Journalism's vacation from the truth
One day after Tucker Carlson, the co-host of CNN's "Crossfire," made his farewell appearance and two days after the network's new president made the admirable announcement that he would soon kill the program altogether, a television news miracle occurred: even as it staggered through its last steps to the network guillotine, "Crossfire" came up with the worst show in its 23-year history
posted by Postroad
on Jan 15, 2005 -
A Senior Moment
The sign of a good specialist writer is the ability to amuse those who aren't specialists, or even enthusiasts, of their particular field. Dan Neil of LA Times is probably the most entertaining automotive writing around. Here, regarding the Montego, he asks the Mercury people, "What were you thinking?" (Registration might be necessary). He's also funny when doing positive reviews, as when drooling
over the Acura. No particular car lust required.
posted by QuietDesperation
on Dec 11, 2004 -
Dalai Llama Misses Sex, Shoots Guns
This is the finest tabloid newspaper headline evar
. Remember Peter Falk, in Tom Wolfe's Bonfire of the Vanities
, admiring the rhythmic and sadistic anticlimax of the headline: 'Scalp Grandma, then rob her' ? This is better.
Should I have worked on the school paper instead of playing bass? I could have been a contender.via fark.
posted by crunchburger
on Aug 2, 2003 -
Celebrity TV journalist Geraldo Rivera kicked out of Iraq: Pentagon
I had seen Geraldo drawing the map referred to. Geraldo was not "embedded" and therefore acting as a real reporter. Did he give away key info? My suspicion is No. I had earlier seen retired officers (they all retire and then go on TV) make similar marking to show where our forces were on the way toward Baghdad. I knew in advance where Geraldo would conclude his map in the sand because I had seen it on the "embedded" reports on various cable stations.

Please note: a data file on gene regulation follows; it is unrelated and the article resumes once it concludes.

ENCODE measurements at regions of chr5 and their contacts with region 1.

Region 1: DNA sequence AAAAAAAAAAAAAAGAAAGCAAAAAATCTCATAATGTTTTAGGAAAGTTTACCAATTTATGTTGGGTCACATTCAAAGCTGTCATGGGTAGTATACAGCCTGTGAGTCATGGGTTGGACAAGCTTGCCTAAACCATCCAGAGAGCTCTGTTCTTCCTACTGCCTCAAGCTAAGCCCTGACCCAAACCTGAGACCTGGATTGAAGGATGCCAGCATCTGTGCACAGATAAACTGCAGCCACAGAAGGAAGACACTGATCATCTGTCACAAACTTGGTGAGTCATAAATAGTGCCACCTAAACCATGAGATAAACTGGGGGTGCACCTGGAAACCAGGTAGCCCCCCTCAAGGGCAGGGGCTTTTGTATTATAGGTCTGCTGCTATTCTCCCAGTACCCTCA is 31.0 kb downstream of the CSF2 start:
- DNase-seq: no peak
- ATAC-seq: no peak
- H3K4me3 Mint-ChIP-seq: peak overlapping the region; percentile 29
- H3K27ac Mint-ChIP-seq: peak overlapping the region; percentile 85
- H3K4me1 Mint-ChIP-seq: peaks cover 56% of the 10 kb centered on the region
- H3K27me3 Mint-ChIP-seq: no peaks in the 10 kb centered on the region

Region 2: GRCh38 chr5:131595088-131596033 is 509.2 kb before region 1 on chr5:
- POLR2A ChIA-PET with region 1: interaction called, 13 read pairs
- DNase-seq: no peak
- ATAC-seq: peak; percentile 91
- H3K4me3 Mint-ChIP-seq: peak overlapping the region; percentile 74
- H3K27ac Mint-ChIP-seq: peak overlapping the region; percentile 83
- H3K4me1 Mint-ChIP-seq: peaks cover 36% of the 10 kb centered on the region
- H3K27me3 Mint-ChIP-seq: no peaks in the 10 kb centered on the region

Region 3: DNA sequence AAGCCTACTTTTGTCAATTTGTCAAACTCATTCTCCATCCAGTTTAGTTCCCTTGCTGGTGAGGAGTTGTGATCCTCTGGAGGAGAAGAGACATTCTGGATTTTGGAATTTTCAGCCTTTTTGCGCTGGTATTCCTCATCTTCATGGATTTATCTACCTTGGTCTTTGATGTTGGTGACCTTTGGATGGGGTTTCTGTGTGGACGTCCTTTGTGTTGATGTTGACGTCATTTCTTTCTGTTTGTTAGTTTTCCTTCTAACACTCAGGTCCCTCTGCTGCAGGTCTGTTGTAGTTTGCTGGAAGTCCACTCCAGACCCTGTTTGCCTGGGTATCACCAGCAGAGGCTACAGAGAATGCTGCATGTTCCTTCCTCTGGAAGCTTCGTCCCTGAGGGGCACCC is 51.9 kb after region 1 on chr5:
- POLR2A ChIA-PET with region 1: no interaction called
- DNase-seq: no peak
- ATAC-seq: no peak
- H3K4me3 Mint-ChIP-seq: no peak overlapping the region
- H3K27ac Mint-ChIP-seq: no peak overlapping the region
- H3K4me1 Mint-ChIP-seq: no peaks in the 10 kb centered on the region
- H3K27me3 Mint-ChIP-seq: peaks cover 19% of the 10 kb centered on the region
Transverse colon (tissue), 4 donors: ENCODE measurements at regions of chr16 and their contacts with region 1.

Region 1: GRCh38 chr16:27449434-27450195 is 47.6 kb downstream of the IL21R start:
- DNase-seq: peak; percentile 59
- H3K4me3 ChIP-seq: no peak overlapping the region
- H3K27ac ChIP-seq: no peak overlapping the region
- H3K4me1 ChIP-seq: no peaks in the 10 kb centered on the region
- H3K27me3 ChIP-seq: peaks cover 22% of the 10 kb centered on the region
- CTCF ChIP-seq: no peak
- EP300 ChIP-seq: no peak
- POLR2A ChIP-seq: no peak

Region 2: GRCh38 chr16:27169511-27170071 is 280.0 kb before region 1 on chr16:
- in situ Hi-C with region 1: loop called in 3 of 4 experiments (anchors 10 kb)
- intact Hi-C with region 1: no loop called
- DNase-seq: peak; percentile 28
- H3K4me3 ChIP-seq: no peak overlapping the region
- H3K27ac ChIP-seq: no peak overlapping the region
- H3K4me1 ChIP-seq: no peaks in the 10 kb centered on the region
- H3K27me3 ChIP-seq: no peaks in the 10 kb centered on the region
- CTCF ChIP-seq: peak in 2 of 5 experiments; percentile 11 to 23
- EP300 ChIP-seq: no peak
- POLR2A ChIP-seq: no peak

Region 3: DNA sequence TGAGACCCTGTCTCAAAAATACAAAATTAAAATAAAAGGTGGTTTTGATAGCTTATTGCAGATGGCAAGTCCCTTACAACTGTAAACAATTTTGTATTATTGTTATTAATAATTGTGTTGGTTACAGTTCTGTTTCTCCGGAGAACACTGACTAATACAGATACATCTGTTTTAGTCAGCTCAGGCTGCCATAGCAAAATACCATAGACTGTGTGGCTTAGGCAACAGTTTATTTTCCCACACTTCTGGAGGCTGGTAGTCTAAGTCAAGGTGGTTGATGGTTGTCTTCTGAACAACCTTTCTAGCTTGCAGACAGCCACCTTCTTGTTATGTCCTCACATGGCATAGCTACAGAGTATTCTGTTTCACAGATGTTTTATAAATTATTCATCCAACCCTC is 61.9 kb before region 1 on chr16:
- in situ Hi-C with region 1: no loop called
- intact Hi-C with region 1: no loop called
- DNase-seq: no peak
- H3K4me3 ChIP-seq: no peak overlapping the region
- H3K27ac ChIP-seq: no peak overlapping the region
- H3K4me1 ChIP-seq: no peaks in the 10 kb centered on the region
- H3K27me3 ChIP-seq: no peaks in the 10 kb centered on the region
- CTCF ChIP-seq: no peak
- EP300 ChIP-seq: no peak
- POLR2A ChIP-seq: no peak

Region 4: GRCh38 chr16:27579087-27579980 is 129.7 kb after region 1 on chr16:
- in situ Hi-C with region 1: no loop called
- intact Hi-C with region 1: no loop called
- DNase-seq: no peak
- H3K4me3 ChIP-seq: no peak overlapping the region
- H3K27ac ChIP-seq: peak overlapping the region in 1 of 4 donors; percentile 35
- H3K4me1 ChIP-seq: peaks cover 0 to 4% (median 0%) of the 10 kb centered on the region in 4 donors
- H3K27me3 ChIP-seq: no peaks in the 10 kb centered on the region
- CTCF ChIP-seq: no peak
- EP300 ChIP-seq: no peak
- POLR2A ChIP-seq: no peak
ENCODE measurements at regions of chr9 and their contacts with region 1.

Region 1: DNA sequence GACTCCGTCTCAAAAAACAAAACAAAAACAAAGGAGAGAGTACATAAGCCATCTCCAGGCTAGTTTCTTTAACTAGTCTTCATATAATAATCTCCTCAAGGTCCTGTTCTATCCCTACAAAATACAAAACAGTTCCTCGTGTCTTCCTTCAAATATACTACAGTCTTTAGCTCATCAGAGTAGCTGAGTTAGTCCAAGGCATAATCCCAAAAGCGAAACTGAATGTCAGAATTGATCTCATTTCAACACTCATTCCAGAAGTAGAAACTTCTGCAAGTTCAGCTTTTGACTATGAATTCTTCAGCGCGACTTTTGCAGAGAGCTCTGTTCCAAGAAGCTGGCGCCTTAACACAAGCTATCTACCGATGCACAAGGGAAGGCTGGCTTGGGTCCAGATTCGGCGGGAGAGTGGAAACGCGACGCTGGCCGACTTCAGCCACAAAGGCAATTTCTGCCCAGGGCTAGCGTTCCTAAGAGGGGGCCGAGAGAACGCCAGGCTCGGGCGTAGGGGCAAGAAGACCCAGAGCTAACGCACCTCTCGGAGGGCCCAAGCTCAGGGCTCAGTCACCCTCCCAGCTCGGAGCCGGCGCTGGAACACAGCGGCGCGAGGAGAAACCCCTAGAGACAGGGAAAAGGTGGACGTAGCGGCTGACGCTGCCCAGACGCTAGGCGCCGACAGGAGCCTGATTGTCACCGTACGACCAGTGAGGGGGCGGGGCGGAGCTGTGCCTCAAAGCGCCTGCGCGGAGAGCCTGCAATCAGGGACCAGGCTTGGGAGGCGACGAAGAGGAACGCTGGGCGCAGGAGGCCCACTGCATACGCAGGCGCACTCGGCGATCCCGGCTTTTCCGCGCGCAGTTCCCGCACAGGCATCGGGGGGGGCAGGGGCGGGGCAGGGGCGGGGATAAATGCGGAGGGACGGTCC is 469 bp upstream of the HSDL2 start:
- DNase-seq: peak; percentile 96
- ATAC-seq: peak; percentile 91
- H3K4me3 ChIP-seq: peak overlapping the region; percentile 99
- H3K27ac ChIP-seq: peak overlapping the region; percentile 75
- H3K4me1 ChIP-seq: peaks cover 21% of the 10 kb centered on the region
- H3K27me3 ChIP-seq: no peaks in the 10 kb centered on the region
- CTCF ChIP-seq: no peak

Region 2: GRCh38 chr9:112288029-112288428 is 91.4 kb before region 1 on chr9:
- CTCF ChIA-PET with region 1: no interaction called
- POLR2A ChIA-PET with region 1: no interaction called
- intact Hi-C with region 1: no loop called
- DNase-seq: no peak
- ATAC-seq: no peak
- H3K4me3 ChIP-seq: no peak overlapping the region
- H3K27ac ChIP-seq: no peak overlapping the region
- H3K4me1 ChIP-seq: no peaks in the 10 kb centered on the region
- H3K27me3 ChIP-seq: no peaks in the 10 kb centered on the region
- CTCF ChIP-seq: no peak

posted by Postroad
on Mar 31, 2003 -
"Journalists" vs. The White House
- MSNBC's Tom Curry reports on the Bush administration's frustration with the war coverage. Rumsfeld: “Fortunately... the American people have a very good center of gravity and can absorb and balance what they see and hear.”
posted by cinematique
on Mar 28, 2003 -
This whole damn battlefield is entirely screwed up.
Journalists are informants are medics are soldiers are noncombatants are enemies are friends are puppets are war criminals are spies are civilians are terrorists are injured are paramilitary are POWs are freedom fighters are MIA are bloggers are bystanders are children are involved. Will there ever again be an American war where it's clear who's who? And who's on which side?
posted by jengod
on Mar 28, 2003 -
Robert Fisk in the Independent
Today's front page of the UK broadsheet comprises solely of a text-only report of yesterday's bombing of a Baghdad marketplace, beginning: "It was an outrage, an obscenity. The severed hand on the metal door, the swamp of blood and mud across the road, the human brains inside a garage, the incinerated, skeletal remains of an Iraqi mother and her three small children in their still-smouldering car..."
This is how war reporting should be.
posted by garyh
on Mar 27, 2003 -
Embedded? Or In Bed With The Military Spin Doctors?